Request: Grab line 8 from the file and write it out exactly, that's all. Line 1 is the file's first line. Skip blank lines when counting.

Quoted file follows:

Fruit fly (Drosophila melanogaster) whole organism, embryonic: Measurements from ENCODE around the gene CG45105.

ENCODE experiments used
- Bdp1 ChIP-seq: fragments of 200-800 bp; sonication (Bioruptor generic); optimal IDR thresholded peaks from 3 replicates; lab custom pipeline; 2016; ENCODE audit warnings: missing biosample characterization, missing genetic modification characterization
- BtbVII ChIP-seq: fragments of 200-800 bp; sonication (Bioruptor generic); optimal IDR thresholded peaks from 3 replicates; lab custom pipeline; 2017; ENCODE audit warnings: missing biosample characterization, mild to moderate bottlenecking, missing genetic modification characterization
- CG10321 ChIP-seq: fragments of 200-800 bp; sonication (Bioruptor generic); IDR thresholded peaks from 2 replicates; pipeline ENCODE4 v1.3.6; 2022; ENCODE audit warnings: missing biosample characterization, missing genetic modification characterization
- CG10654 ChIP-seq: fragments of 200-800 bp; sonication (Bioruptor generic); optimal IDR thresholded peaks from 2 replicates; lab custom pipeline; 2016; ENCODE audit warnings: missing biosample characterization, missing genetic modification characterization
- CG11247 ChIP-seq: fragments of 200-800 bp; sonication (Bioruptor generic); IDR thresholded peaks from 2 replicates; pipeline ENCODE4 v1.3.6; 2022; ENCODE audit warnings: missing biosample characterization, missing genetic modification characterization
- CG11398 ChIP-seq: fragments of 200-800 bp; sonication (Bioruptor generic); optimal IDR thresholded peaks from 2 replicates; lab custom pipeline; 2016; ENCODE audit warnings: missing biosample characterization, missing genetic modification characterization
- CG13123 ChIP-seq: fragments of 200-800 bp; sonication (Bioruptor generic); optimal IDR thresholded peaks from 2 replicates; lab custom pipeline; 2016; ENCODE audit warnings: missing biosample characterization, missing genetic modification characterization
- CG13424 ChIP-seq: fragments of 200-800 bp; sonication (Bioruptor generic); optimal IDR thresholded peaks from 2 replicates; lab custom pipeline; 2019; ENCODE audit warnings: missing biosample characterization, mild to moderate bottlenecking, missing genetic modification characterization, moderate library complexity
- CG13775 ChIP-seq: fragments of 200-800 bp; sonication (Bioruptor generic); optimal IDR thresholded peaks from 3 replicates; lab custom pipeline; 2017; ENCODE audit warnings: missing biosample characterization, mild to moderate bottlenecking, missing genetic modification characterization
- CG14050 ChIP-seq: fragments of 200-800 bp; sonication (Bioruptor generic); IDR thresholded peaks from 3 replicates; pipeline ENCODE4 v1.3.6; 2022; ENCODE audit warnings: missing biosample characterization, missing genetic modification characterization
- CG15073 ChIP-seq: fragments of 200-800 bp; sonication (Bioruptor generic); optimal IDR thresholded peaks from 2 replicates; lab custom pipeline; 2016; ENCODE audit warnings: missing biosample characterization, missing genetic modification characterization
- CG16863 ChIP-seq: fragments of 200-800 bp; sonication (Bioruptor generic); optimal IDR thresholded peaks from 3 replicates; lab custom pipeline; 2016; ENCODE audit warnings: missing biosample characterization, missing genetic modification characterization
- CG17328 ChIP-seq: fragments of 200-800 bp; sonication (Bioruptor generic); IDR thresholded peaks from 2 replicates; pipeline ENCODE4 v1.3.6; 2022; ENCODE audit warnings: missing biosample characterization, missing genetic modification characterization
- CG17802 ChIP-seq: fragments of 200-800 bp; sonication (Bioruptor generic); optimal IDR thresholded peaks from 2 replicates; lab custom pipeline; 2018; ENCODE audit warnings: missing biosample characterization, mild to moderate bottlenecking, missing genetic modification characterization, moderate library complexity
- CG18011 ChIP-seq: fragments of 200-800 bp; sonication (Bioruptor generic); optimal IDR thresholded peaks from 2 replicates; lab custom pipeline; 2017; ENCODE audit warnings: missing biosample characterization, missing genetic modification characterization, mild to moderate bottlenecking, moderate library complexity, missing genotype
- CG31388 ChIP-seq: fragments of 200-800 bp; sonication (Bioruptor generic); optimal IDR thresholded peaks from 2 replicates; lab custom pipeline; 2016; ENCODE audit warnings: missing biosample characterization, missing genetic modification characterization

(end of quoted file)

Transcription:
- CG11398 ChIP-seq: fragments of 200-800 bp; sonication (Bioruptor generic); optimal IDR thresholded peaks from 2 replicates; lab custom pipeline; 2016; ENCODE audit warnings: missing biosample characterization, missing genetic modification characterization